With the weather cooling, the space heaters out, and the appearance of Christmas lights on houses, it’s beginning to look a like Yulemala. What’s Yulemala you might ask? It’s holiday themed Yakmala. Films that try, fail, and warm my two-sizes too small heart with the spirit of brothership because axial tilt is the reason for the season. We begin the month with my all time favorite Christmas turkey, “The Night They Saved Christmas.”
PLOT: Art Carney plays a thoroughly modern Santa in this 1986 made-for-Jaclyn-Smith-for-TV-movie in which an oil digger’s family is enlisted (the titular “They”) to save Christmas. When Gaylord-fearing oil tycoon Murdoch (Smucker’s spokesvoice Mason Adams in a role that will confound you) forces Michael (Paul Le Mat in another thankless part) to drill and bomb two sites near the North Pole, Santa dispatches his top Elf, Ed (Paul Williams in a role that will sicken you) to speak to Michael. Ed gently, but firmly, lets Michael know the oil is not on Site B—which is close to North Pole City, but on Site A—which still gives North Pole City quite a jolt, but will not destroy North Pole City, Santa Claus, and Christmas forever. Ed offers to take Michael and his family to meet Santa.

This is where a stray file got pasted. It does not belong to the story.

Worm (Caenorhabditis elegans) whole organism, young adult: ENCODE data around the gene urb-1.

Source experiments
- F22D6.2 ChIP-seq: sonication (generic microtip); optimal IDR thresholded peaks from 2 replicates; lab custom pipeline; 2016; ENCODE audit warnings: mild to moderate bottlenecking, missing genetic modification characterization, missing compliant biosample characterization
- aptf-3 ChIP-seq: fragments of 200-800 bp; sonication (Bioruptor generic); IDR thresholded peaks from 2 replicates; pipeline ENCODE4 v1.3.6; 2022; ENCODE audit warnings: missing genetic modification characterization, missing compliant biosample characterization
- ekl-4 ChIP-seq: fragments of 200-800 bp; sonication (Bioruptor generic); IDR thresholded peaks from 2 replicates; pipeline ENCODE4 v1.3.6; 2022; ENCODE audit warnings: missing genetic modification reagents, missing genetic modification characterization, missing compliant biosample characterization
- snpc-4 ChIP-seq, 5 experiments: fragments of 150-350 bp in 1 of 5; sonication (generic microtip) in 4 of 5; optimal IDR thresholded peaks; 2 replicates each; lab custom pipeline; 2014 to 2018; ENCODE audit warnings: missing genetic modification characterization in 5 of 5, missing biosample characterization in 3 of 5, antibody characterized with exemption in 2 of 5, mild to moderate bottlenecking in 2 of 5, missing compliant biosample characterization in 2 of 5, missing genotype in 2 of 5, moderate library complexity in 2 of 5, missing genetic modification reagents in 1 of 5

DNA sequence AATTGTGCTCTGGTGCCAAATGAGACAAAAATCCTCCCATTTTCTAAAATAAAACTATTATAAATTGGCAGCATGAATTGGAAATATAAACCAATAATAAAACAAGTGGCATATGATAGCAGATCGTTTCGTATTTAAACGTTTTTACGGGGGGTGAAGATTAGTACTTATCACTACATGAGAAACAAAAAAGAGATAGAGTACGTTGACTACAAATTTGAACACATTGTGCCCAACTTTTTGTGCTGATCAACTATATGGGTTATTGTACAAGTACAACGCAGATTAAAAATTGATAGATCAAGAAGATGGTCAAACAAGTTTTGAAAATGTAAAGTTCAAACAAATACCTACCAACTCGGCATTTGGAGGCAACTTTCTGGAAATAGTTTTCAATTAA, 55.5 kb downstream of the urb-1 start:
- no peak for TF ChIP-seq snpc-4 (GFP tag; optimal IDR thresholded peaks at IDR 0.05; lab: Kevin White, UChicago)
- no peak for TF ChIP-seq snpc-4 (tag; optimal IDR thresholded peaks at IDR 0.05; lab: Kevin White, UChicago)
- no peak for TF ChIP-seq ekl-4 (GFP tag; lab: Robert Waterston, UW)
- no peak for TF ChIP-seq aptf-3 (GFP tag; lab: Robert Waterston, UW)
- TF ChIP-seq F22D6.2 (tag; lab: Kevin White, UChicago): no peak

The family takes up the offer while Michael continues to be yelled at by his boss. When They disappear, Murdoch convinces Michael the never-seen “Gaylord” kidnapped his family and to move all digging operations to Site B by the 24th of December (“That’s Christmas-Eve Day, have you got me?”). While Jaclyn Smith, her brainy son and her girl daughter are treated to the scientific wonders of Santa’s Workshop, Michael is berated and despondent by their disappearance.
Oh, and youngest son C.B. sits at home crying.
Will Smith and her family save Christmas? Will C.B.’s emotional problems ever be addressed? Will “Gaylord” turn out to be Murdoch’s other personality? All will be revealed before the heart-rending performance of Marylin Maccoo’s “If You Believe Enough in Someone.”
Analysis: Now, I’m just going to start with “Gaylord.” Who is he? Who knows? Often mentioned, but never seen, “Gaylord” is the only thing that fills Mason Adams’s Murdoch with terror. Also, let’s get the snickering over and done with: “Gaylord” is a poor choice for a name in a movie aimed at 8 year-olds. It teaches them to look at that term with scorn, I have no idea if “gaylord” has much traction as a homophobic slur on the playground these days, but when I was a kid, the scale was something like girl, queer, faggy, faggot, gay, gaylord. Whether Murdoch is freaked out by gaylords in general or Gymnastics star Mitch Gaylord, it’s just not an appropriate tone for Christmas.
That said, Mason Adams is a delight in this film. Never again will you think of him as the kindly Smucker’s Guy. Instead, what you get is a man who never stops yelling or berating his subordinates. At one point, once Michael’s family has vanished, Murdoch says, “I know you’ve got your problems, kid, but back off!” It’s a truly remarkable performance.